Red mite infestations are costing the EU egg industry an estimated 38p a hen – equivalent to £114m each year – and effective control can only be achieved by breaking the cycle of re-infection.


Red mite are one of the most difficult pests for the poultry farmer to control, says Jim Bigmore, managing director of animal health company Hysolv.

“The hunt for the next successful pesticide is a never-ending treadmill for the agrochemical companies. Unfortunately, there is a relatively short time between the launch of a new ‘ground-breaking’ product and the development of resistance.”

When a pesticide is used in a layer house, not all the red mite may be killed. Any surviving mites will then lay eggs which grow into adult mites having the same resistance qualities as their parents. The process continues until, eventually, the majority of the red mite colony is resistant to the particular product being used.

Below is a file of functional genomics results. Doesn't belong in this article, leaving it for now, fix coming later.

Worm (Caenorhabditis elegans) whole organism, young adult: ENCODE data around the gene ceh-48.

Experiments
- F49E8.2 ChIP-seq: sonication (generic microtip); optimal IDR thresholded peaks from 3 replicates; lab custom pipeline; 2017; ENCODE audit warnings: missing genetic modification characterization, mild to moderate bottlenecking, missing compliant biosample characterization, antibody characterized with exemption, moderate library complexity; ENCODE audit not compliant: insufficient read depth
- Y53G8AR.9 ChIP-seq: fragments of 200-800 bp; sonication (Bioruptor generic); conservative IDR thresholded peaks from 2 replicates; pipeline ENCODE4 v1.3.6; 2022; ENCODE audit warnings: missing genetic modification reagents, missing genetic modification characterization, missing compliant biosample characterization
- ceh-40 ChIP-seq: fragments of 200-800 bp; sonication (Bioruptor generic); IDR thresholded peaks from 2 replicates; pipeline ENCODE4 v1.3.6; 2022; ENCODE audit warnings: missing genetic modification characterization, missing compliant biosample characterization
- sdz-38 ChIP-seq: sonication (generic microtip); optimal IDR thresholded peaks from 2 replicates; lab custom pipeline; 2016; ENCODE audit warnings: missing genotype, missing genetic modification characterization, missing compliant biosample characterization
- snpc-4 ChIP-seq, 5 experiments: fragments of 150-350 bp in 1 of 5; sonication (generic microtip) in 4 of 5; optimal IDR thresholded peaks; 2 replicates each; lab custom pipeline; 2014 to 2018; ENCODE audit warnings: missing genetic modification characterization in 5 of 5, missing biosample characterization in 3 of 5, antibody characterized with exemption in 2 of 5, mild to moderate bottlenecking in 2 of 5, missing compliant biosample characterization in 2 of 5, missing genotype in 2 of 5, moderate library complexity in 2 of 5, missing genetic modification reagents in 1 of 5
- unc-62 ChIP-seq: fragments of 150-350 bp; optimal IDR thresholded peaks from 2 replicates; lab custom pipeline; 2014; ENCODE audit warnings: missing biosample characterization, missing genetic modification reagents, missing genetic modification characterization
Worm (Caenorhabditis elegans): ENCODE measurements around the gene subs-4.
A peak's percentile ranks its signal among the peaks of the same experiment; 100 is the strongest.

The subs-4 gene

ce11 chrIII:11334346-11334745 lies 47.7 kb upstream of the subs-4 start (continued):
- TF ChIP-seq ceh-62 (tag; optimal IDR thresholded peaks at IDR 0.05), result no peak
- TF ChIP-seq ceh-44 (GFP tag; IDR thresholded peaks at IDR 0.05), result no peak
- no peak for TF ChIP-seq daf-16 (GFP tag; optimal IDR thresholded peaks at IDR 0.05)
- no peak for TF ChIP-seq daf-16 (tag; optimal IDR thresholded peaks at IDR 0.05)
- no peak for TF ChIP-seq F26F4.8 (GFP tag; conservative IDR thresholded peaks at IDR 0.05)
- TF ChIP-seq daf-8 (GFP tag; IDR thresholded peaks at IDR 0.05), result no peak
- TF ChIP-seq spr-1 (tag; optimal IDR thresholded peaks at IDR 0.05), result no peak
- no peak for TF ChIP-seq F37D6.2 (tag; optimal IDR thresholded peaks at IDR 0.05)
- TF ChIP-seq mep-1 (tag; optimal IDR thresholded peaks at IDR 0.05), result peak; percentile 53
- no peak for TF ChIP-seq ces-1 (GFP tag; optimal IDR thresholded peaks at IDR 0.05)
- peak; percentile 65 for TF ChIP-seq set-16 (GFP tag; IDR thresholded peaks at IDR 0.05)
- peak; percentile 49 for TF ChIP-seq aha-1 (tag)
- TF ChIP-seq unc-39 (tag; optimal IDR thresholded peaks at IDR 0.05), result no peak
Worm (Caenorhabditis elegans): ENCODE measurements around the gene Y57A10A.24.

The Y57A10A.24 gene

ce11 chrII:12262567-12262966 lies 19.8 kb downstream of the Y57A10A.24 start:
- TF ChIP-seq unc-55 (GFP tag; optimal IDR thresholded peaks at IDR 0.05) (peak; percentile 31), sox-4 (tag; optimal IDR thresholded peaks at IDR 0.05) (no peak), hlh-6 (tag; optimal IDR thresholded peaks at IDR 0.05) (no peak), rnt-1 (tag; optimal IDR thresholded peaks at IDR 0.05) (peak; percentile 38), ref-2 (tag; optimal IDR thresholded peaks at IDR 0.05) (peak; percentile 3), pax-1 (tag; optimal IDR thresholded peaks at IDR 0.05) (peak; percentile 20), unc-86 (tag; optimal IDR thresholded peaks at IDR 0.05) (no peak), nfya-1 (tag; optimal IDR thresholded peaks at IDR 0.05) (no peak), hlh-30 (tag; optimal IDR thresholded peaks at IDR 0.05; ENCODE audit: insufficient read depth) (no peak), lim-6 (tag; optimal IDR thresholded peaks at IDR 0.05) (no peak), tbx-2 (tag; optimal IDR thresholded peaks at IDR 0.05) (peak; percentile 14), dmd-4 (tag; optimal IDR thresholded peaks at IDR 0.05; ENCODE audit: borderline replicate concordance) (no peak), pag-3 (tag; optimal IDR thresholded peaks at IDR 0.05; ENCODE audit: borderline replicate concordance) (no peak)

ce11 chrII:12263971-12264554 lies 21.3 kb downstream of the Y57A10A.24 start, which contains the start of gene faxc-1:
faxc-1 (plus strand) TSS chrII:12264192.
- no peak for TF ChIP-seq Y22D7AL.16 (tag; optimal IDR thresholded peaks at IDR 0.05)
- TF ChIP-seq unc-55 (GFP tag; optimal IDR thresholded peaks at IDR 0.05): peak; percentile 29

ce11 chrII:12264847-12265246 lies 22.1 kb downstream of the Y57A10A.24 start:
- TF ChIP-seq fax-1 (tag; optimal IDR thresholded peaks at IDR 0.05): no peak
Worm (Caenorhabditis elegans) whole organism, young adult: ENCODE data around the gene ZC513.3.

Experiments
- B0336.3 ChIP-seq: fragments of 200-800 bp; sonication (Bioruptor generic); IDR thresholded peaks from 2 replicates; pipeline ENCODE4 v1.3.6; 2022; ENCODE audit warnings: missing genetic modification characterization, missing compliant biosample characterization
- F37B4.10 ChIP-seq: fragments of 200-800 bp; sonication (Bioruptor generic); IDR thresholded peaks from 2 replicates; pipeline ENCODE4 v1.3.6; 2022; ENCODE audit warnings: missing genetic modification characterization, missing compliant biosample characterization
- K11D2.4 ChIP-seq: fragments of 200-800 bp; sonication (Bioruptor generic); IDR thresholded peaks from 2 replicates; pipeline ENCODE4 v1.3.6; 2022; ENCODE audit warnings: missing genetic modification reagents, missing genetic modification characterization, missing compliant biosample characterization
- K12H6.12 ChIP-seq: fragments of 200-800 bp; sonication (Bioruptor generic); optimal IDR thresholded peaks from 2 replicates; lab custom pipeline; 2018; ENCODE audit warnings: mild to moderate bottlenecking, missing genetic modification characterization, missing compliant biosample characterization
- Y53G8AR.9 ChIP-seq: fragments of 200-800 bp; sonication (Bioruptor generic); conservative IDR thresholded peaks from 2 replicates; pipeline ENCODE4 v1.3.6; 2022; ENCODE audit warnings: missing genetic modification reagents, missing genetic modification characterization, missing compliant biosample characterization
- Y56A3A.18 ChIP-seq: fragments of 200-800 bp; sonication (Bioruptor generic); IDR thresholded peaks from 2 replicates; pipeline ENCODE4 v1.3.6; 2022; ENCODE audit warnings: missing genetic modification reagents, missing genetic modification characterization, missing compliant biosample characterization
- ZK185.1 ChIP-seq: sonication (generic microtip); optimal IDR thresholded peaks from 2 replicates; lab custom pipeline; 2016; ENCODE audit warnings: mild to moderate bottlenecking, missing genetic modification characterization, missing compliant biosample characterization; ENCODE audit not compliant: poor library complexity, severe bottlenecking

But the cycle of resistance can be broken by using an effective anti-mite disinfectant during the end-of-cycle clean-out, says Mr Bigmore, though it is important to use a disinfectant which is effective against mite eggs as well as the remaining mites.

“This means that, even though the next crop of birds will still be exposed to non-resistant mites coming into the house from outside, the colony of resistant mites within the house will be removed at the end of every cycle.

Mr Bigmore suggests that disinfectants, such as Hysolv’s Interkokask, can overcome the problem of resistance to pesticides, because it dissolves the outer cell membrane – a process which can’t be resisted by the mites.